Personally, this is disconcerting to me. However, it is so common in our Christian sub-culture, especially among the younger generation (including mine). "Not of This World" seems to be the mantra of so many Christians today. It can be summed up like this... "Man, all we need to do is look at the world and do just the opposite." Excellent (sarcastic grin). We are basing our Christian ethic on "counter-culturalism" rather than an intentional discerning of what it means to be a Christian in our day and age. And in doing so, there are several fallacies I find deleterious to the Christian church as a whole and to a serious, personal devotion to Christ.

First, if we base something on anything other than God, it becomes an idol. Sounds silly, but I really believe this one. As soon as we start looking at the culture as a basis for measuring the practice of our faith, even if it is a "counter" measure, we lose sight of what we are to do... seek first the kingdom of God. Culture becomes our norm for practice and behavior. Then, scripture, prayer, the example of Christ, or the leading of the Holy Spirit all become interpretive vehicles for furthering our conviction based on "counter-culture" ideology. Not far off is an outright rejection of God as understood through our classic confessions of faith.

Second, what happens if the culture we live in is predominantly Christian? I believe much of our society has been established on a Christian ethos. I think of civic organizations helping to make a difference in the community, stores and factories closed on Sundays because Christian worship is a central aspect of society, morality that knows right from wrong, an education system that provides an opportunity for the less fortunate to excel in life, not to mention a generation who sacrificed their own lives to ensure the freedom of "other" people. Life, liberty, self-responsibility, sacrifice for the greater good--are these not good qualities that come from God? Yes, our society may have gone overboard a bit, such that liberty and self-responsibility have birthed radical individualism. And I am convinced no generation holds the totality of expression of Christianity in and of itself. But, can we discount these foundational qualities as being "anti-Christian"? I fear that a blind and undiscerning disregard for the culture around us may be an unintentional denial of some great Christian qualities that will keep our next generation from experiencing the fullness of God. It is not easy. As one of my favorite philosophers said, "It is easier to die as a martyr than to live as a Christian in today's world."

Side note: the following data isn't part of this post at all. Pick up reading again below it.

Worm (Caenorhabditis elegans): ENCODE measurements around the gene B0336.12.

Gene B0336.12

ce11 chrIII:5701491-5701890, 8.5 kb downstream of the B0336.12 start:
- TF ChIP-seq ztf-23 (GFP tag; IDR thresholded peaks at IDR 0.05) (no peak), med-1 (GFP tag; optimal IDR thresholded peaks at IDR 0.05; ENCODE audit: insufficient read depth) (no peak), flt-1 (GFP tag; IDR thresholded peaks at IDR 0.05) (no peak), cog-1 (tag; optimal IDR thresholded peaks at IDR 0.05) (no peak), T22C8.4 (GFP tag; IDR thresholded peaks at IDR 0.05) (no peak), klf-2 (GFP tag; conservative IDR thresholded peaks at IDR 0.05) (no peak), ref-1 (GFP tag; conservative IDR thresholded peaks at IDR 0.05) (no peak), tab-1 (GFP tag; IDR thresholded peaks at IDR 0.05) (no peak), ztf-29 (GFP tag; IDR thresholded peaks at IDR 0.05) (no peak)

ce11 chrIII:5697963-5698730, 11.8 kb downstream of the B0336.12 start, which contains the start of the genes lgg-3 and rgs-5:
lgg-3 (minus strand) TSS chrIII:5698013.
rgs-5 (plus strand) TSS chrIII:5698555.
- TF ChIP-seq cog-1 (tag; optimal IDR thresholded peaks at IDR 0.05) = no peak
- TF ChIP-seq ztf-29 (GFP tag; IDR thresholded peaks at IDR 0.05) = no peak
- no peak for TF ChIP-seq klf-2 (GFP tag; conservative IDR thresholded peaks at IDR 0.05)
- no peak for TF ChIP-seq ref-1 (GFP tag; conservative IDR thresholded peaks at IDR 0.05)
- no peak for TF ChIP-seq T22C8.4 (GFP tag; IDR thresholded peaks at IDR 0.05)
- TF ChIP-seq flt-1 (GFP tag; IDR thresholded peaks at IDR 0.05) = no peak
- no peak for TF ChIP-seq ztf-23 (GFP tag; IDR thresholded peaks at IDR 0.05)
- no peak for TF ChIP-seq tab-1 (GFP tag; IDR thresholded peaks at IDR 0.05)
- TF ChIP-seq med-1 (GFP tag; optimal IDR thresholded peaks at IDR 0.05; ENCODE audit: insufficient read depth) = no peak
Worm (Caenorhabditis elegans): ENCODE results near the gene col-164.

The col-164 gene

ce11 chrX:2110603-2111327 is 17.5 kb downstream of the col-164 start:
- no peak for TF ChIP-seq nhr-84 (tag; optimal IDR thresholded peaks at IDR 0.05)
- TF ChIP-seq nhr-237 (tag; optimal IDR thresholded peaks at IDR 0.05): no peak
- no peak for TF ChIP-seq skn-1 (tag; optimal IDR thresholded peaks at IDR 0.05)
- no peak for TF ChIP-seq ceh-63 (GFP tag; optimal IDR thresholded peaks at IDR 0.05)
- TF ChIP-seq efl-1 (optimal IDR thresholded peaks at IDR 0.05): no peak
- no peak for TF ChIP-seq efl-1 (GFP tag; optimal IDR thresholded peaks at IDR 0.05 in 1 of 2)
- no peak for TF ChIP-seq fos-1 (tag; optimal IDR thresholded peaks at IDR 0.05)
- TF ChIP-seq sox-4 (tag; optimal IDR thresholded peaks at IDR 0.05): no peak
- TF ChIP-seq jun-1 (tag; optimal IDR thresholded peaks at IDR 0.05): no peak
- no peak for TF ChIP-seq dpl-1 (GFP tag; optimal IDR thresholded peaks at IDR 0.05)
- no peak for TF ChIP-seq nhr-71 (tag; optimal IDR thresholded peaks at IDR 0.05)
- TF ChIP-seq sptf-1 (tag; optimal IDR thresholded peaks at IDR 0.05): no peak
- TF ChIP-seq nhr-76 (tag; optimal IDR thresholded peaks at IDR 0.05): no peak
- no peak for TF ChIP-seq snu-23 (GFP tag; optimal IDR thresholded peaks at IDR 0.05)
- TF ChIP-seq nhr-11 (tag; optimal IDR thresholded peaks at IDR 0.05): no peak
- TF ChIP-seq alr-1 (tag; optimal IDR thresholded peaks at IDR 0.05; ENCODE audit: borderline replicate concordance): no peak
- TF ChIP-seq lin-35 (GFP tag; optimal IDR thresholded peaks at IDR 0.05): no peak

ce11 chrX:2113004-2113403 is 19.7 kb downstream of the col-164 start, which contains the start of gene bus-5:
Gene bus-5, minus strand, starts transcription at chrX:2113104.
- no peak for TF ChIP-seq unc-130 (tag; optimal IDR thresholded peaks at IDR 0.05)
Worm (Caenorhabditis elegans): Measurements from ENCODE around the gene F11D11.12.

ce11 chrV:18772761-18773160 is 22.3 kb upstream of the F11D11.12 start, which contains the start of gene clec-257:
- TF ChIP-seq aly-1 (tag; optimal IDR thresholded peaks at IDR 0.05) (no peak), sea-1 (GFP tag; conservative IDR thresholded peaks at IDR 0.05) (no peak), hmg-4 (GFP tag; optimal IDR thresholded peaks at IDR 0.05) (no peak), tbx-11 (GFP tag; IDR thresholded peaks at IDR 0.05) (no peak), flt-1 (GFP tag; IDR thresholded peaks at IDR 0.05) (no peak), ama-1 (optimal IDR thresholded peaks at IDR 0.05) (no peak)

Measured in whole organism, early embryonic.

Third, I believe this counter-cultural Christianity does not take seriously the incarnation. God the Son took on flesh. When he did, according to historic Christianity, God sanctified the material. We don't like that today, because it means some things in the world are actually good. God gave us food, provision, sustenance from the material world. He gave us the capacity to enjoy the pleasures of this material world (food, drink, sex, a walk in the park, fishing). We would rather condemn "things" of the world, which makes us feel better about being "Not of This World," all the while having no idea what it all means for our everyday living. It is easier to sit in the safety of the black and white than to walk in the fog of grey. In the Gospel of John--the same gospel where we find "not of this world"--we find the Word becoming flesh. This unifying principle of life (logos = word), the one that gives order and meaning to this world, precisely because it exists beyond it, is now condescending itself to that which it ordered and arranged. This is incarnation. And it is frustratingly not so black and white.